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I understand why this document was written, and support the intent of clarifying what is really in the wild. Furthermore, such documentation will facilitate future interoperability and stability.

My concern was that this change in definition of the specification would impact existing deployed implementations that depended on or used other interpretation of the ID. I am persuaded that there is such a significant base of implementations that already act according to what is described in this new document that "old" implementations would already be experiencing interoperability problems. 

Thus, I support this work. 
(I look forward to the revision that adds clarification of this point)

(Stephen Farrell) No Objection

Comment (2012-07-02 for -05)
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Minor comments, feel free to take 'em or leave 'em. 

(Updated: I'd forgotten to note the secdir review.)

- A reference for a hash-based de-duplication scheme mentioned
in 6.1 might be useful, even if only as an illustration.

- The reference to SEAL (RFC 5320) is a bit unclear.  You have
a "SHOULD verify integrity" requirement but then say "as in
SEAL." I'm not clear if you're saying that SEAL is a SHOULD,
and if you are, then would that be ok? (SEAL being an
experimental RFC.) I assume that you don't mean SEAL is a
SHOULD-implement though, and since its given as an example in
the next para, I think you could delete the reference from the
SHOULD requirement bullet in section 7.

- The discussion of entropy in section 11 is a little opaque,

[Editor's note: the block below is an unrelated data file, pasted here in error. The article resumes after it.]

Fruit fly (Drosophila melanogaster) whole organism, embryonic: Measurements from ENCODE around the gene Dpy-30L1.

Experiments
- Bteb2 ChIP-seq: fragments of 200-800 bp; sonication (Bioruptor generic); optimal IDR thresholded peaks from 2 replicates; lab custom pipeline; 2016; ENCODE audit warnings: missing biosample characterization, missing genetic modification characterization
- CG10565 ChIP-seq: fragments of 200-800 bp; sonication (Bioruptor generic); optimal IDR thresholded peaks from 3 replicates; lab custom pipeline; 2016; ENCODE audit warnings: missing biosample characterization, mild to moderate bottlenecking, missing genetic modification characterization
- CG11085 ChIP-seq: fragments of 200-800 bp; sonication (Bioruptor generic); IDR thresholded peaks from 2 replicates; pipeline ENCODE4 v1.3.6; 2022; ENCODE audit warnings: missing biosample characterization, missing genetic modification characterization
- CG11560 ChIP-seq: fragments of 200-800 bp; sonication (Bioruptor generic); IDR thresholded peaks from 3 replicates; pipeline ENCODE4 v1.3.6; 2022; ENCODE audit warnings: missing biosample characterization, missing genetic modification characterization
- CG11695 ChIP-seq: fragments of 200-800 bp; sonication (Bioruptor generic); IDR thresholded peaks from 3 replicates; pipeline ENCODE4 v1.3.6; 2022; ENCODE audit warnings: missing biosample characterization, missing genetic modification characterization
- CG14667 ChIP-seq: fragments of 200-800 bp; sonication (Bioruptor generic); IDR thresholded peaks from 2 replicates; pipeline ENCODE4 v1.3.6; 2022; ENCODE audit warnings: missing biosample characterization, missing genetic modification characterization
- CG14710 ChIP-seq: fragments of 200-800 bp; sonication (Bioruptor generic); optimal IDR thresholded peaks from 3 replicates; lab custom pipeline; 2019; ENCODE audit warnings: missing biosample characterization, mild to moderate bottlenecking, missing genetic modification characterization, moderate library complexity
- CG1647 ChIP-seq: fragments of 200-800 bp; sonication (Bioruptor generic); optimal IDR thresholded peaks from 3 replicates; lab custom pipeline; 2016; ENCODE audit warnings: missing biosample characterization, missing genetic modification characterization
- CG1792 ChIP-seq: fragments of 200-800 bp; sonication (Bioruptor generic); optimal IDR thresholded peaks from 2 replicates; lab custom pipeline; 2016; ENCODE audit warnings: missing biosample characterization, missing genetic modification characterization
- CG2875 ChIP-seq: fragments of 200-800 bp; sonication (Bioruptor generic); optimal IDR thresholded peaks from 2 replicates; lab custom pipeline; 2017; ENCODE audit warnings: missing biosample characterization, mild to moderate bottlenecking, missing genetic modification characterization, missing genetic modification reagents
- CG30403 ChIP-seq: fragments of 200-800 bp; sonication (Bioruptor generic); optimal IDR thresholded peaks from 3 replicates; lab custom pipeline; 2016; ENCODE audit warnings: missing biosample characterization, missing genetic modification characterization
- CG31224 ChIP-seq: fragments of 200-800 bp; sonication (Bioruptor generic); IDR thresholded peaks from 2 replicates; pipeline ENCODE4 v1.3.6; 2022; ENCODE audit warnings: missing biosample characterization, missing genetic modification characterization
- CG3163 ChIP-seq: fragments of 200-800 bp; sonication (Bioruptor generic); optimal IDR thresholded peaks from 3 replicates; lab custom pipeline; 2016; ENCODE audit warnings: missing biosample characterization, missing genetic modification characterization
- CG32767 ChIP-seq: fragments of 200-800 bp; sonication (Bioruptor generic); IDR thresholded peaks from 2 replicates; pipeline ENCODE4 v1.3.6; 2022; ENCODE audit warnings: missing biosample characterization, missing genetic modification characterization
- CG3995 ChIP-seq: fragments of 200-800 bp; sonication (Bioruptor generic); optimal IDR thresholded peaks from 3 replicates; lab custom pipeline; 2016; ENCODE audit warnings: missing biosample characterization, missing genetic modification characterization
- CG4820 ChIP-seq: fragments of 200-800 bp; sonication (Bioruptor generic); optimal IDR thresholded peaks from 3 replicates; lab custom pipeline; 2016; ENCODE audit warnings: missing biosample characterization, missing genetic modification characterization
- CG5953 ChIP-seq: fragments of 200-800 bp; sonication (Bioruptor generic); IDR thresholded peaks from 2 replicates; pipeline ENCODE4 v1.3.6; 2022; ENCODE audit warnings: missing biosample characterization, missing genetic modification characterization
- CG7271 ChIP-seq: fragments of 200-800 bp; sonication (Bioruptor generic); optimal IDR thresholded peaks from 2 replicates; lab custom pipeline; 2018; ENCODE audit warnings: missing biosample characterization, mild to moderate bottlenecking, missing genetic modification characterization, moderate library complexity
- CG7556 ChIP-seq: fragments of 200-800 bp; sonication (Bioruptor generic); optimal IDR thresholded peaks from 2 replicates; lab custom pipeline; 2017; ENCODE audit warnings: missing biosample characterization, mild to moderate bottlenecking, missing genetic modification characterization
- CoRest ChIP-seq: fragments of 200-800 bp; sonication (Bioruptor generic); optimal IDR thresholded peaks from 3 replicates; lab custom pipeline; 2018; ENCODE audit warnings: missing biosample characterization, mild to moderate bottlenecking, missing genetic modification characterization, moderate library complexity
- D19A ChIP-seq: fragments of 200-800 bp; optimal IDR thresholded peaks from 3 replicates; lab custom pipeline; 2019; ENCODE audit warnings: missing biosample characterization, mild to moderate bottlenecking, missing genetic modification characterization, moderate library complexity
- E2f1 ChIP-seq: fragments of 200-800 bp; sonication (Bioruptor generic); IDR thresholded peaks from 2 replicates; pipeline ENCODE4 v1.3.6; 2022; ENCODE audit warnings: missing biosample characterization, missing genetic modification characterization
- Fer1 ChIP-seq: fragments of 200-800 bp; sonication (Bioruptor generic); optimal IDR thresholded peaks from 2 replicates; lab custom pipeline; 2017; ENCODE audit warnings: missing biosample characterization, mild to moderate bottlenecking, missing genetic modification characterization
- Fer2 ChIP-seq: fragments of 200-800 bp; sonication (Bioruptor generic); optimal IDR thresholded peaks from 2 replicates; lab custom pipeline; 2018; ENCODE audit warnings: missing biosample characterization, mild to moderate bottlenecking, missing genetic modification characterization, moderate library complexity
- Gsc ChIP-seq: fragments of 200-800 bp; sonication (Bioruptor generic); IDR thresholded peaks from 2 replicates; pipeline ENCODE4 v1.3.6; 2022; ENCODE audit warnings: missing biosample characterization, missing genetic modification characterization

you could say why the entropy of a datagram is interesting. (Is
it that people sometimes use datagram fields to seen PRNGs?).
Steve Kent's secdir review [1] also suggested maybe changing
or removing this.

   [1] http://www.ietf.org/mail-archive/web/secdir/current/msg03358.html

- Typo: s/now adds much less entropy of the header/ now adds
much less to the entropy of the header/?

(Russ Housley) No Objection

(Pete Resnick) No Objection

Comment (2012-07-03 for -05)
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I share Stewart's concern about the lack of data to support this document. The document does not have a section on how current implementations actually do this, and that lack is worrying. (The shepherd writeup has *no* information on implementation, and that's a problem. The shepherd should have asked.) All things being equal, I would have silently balloted "No Objection", but I given his comments, I do support Stewart's DISCUSS.

(Robert Sparks) No Objection

Comment (2012-07-05 for -05)
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In section 8.3's update to RFC2003, consider saying "as permitted by RFCXXXX" instead of "as permitted by this document" to avoid any chance that someone would misinterpret "this document" to mean RFC2003.

(Martin Stiemerling) No Objection

(Sean Turner) No Objection

Comment (2012-07-03 for -05)
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As noted in Steve Kent's secdir review, the security considerations section should indicate whether the change proposed in this document may adversely affect availability, if middleboxes are not updated to account for this change.